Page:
It is through these acts of valour that Islam survived in America, morphing at times to fit the needs of people and taking on a very social justice oriented form predicated on racial survival. Of these one man stands out in particular, Brother Malcolm X, El Hajji Malek al Shabbaz. Known as the angriest man in America, a name of pride since anger towards injustice is the only reasonable response. He stood unwaveringly against the injustices of the white man and for the rights of his African American brothers. Malcolm didn’t bend to any of the threats or seduction that was thrown at him. He relied on Allah and pushed for unity of people against oppression. He is the reason for Islam being present in America today, a revivor of the religion on this continent. He is the pride of our people when it comes to standing for justice in America and a testament that our religion is not a ethnic monolith as presented by the media. The second largest population of Muslims in America are African Americans, immigrant Muslims need to understand this truth and shift our actions to match this.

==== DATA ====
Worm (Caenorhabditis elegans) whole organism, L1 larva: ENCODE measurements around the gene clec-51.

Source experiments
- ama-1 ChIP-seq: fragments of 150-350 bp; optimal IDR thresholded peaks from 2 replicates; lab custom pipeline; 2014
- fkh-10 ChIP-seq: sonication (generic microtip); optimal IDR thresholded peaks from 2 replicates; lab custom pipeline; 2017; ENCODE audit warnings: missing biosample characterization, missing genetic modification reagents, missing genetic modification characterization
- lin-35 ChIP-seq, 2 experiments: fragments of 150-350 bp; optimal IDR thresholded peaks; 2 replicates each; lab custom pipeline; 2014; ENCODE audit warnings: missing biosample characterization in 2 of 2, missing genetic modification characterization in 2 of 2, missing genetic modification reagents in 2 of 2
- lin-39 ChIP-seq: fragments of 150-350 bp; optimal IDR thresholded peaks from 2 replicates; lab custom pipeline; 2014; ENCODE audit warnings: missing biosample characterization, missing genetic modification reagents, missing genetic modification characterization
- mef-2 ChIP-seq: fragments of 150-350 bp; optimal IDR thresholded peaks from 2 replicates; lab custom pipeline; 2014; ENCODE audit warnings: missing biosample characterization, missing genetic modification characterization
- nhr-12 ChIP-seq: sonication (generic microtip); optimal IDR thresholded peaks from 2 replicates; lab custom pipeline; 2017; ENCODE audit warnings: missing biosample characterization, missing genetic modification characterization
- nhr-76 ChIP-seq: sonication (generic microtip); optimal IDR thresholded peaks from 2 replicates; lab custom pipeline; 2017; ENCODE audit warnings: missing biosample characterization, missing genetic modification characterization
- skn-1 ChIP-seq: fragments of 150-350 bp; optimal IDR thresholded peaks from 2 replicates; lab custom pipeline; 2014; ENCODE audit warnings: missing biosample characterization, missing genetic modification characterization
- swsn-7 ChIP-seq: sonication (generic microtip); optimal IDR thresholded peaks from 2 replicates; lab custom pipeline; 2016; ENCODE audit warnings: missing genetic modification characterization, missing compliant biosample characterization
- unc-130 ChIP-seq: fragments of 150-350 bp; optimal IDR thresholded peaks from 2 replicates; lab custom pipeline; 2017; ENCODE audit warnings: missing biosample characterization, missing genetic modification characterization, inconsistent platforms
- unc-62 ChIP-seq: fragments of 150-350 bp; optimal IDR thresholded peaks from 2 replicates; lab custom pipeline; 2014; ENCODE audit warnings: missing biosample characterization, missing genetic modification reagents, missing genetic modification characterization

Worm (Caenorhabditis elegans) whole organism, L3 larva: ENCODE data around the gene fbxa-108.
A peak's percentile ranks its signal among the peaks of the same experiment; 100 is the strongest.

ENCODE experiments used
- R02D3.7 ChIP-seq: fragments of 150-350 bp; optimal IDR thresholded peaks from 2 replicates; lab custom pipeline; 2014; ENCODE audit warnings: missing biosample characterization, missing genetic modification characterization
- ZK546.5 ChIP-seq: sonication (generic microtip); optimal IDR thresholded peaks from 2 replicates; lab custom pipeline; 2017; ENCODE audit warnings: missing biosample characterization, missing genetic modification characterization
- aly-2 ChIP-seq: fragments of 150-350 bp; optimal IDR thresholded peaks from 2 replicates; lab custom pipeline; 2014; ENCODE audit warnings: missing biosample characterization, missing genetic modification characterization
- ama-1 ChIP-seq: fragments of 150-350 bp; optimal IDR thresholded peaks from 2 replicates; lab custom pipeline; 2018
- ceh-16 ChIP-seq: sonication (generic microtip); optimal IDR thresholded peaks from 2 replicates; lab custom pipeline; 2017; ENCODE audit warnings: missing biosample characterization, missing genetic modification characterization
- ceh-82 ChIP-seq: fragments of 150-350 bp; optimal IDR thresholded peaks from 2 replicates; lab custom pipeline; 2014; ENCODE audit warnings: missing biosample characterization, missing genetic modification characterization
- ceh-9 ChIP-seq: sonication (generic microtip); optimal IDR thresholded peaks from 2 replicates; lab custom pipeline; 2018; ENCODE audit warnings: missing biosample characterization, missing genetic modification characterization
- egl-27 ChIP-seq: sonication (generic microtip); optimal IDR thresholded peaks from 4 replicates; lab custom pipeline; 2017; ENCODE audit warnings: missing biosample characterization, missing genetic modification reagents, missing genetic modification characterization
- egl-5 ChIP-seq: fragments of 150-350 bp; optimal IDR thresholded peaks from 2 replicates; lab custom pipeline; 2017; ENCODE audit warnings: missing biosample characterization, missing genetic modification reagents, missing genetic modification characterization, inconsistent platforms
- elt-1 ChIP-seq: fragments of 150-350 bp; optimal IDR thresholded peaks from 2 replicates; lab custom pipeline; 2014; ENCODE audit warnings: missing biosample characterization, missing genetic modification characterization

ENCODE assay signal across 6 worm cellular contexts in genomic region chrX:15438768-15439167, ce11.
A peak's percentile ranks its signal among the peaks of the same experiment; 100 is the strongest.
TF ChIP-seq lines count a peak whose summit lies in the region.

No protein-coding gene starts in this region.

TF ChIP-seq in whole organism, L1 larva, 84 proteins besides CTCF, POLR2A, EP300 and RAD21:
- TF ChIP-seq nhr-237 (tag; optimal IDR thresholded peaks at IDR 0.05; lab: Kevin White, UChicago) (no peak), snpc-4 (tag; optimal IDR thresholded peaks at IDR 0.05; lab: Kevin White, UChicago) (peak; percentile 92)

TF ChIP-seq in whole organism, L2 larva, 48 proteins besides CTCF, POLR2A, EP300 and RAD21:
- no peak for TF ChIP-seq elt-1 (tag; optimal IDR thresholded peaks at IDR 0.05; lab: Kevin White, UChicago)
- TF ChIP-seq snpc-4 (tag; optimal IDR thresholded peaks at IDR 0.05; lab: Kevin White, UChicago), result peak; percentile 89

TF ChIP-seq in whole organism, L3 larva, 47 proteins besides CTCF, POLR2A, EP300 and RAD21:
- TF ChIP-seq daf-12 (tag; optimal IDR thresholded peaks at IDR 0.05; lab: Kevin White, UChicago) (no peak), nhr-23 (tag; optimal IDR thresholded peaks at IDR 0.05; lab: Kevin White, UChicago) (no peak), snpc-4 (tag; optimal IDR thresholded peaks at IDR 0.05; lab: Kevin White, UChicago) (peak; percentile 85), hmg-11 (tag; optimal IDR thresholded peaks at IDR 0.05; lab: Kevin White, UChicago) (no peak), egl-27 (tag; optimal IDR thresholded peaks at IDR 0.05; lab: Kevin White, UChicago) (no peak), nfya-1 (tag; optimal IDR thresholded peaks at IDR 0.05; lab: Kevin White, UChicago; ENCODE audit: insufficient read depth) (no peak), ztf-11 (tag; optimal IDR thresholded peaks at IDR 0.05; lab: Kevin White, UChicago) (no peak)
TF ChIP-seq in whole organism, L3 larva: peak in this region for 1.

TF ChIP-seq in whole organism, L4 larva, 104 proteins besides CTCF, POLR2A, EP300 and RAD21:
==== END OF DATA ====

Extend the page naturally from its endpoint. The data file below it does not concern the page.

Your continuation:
Second dua

Islam incorporates the intellectual heritage of where it is, for us Americans this means the adoption of W.E.B. Du Bois’ “Double Consciousness”. The idea that the African American embody the American as well as being an oppressed minority in this society. We are not as oppressed as the African in this nation nor do we share their history but his wisdom apply to us wholly. As people who are other-ised by the majority we also develop the second sight allowing us to view the oppression for what it is. As Langston Hughes writes, “I, too, sing America. I am the darker brother…. They’ll see how beautiful I am. And be ashamed. I, too, am America.”. We do not reject our American identity, we are of the soil of the nation and have a right to it and must stand strong by our right to this identity.